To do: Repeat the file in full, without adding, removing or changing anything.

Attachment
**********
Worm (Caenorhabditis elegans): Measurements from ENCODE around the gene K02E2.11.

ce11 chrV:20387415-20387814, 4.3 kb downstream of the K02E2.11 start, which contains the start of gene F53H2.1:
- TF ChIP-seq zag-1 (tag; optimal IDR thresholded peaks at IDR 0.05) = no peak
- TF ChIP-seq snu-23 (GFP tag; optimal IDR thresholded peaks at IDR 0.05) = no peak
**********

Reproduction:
Worm (Caenorhabditis elegans): Measurements from ENCODE around the gene K02E2.11.

ce11 chrV:20387415-20387814, 4.3 kb downstream of the K02E2.11 start, which contains the start of gene F53H2.1:
- TF ChIP-seq zag-1 (tag; optimal IDR thresholded peaks at IDR 0.05) = no peak
- TF ChIP-seq snu-23 (GFP tag; optimal IDR thresholded peaks at IDR 0.05) = no peak